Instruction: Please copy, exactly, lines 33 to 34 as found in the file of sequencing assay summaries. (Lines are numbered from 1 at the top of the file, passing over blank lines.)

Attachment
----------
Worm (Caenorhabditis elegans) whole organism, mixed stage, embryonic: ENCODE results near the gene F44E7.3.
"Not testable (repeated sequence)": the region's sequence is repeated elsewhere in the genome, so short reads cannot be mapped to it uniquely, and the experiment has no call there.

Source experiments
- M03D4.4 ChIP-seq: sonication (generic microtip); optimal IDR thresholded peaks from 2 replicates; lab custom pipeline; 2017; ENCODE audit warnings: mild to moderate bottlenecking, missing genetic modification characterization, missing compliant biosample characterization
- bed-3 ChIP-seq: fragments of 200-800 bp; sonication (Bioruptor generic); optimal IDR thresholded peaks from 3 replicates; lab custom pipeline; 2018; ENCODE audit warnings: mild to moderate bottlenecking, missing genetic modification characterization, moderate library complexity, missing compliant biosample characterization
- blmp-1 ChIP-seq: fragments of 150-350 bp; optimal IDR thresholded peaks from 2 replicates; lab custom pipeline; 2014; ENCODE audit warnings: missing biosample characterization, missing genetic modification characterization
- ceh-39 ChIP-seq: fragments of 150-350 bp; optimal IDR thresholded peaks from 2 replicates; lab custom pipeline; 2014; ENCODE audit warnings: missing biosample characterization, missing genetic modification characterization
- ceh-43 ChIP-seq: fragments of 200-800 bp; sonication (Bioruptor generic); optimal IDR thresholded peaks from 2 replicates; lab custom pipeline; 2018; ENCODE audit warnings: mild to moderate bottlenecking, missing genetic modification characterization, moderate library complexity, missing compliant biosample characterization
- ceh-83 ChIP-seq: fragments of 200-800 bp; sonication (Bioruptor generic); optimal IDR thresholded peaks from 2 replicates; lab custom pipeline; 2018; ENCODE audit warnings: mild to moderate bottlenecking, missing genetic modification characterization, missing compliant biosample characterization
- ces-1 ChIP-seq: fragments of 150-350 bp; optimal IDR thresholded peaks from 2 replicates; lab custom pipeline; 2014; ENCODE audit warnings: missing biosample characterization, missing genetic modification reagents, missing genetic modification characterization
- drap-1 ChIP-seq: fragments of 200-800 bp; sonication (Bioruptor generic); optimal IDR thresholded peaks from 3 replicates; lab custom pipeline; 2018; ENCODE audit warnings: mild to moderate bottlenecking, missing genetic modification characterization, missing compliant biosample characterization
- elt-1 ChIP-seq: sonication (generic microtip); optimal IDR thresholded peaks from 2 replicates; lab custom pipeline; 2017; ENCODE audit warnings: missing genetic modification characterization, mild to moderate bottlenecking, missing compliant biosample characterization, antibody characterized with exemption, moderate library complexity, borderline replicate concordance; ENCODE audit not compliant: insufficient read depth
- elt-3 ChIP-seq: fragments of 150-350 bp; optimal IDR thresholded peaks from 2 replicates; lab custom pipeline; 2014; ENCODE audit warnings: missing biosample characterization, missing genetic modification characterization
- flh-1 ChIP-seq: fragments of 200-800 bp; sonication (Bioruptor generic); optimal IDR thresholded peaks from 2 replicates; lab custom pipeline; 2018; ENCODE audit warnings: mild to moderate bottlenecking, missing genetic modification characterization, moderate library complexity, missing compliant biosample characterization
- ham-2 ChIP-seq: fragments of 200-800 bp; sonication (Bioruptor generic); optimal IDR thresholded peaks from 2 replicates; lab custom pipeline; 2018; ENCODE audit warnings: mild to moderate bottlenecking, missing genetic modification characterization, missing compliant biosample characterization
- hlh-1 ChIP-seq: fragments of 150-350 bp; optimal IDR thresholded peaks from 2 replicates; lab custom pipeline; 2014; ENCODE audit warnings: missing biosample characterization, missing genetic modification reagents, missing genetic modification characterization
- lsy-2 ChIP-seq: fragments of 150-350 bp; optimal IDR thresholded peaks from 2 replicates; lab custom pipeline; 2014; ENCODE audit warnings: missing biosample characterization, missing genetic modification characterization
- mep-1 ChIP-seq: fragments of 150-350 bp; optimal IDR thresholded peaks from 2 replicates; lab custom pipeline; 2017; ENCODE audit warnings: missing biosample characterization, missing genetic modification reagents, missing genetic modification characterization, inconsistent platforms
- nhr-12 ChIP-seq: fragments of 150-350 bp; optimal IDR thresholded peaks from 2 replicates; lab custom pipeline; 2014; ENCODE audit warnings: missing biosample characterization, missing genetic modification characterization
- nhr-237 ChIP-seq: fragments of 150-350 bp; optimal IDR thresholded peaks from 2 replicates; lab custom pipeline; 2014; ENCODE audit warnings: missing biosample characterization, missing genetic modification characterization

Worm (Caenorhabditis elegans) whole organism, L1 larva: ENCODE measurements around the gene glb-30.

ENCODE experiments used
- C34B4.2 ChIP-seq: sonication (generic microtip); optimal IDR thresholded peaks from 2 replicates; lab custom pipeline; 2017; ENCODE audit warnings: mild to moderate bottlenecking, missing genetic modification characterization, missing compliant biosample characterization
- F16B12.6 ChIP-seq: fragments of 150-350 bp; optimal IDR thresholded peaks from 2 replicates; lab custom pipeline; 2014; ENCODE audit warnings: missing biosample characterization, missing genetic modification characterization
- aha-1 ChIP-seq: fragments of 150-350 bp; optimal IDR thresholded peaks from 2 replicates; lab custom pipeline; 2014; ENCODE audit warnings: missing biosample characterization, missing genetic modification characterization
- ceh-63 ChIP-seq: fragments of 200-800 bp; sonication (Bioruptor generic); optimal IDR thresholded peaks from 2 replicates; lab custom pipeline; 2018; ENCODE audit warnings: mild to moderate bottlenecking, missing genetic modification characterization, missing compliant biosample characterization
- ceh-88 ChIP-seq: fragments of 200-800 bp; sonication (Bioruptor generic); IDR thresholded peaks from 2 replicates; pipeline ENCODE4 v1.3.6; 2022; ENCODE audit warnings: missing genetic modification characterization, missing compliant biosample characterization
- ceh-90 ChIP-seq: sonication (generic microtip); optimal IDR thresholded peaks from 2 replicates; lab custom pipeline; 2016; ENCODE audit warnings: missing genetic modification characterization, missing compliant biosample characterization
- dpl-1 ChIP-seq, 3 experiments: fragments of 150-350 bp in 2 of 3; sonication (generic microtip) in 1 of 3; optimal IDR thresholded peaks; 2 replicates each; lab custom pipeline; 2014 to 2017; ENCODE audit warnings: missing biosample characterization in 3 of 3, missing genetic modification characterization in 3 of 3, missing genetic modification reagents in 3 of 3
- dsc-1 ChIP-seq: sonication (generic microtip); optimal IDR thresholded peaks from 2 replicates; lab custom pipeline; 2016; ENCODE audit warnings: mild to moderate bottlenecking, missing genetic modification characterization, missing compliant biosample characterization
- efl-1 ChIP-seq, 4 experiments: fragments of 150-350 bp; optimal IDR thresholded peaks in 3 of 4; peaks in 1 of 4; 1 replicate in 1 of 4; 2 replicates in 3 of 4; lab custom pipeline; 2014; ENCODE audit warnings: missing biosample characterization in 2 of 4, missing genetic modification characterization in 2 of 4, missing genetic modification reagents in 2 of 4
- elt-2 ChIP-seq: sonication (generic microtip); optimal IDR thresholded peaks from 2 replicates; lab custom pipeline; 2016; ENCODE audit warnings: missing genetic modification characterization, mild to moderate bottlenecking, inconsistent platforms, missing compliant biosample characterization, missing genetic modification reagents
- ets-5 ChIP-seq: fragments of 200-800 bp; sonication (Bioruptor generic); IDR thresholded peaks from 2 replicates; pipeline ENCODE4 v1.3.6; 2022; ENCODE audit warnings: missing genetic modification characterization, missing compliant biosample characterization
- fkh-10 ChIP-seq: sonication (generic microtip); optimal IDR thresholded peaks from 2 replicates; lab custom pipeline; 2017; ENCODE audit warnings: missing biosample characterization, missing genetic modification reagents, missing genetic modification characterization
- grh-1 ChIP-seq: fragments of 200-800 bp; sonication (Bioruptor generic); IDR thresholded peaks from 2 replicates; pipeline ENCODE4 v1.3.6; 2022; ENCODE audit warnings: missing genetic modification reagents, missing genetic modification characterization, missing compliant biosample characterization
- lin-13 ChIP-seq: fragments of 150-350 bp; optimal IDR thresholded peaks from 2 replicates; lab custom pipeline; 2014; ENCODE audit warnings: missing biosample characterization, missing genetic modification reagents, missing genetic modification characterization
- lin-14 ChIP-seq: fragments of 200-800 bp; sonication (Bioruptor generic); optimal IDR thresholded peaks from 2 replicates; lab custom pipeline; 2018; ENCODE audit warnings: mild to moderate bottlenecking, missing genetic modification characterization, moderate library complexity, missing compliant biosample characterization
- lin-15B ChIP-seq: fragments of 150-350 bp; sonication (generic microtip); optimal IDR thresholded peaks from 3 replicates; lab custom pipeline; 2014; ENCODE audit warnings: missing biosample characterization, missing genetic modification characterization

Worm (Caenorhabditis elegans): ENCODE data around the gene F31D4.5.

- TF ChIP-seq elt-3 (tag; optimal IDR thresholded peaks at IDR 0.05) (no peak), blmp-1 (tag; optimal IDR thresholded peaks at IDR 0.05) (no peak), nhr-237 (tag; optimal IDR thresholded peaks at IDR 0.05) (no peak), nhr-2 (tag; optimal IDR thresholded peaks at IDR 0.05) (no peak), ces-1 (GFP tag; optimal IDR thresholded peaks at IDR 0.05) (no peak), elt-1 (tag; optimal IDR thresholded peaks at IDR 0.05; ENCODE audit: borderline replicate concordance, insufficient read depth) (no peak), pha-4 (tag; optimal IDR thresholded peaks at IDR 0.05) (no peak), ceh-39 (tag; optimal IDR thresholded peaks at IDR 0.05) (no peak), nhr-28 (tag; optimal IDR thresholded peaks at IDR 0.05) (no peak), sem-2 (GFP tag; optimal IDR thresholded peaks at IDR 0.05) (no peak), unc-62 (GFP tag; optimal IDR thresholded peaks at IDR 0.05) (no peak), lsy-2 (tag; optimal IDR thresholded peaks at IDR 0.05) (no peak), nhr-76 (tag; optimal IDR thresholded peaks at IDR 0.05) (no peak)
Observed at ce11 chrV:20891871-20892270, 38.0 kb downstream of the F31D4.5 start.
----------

- ets-5 ChIP-seq: fragments of 200-800 bp; sonication (Bioruptor generic); IDR thresholded peaks from 2 replicates; pipeline ENCODE4 v1.3.6; 2022; ENCODE audit warnings: missing genetic modification characterization, missing compliant biosample characterization
- fkh-10 ChIP-seq: sonication (generic microtip); optimal IDR thresholded peaks from 2 replicates; lab custom pipeline; 2017; ENCODE audit warnings: missing biosample characterization, missing genetic modification reagents, missing genetic modification characterization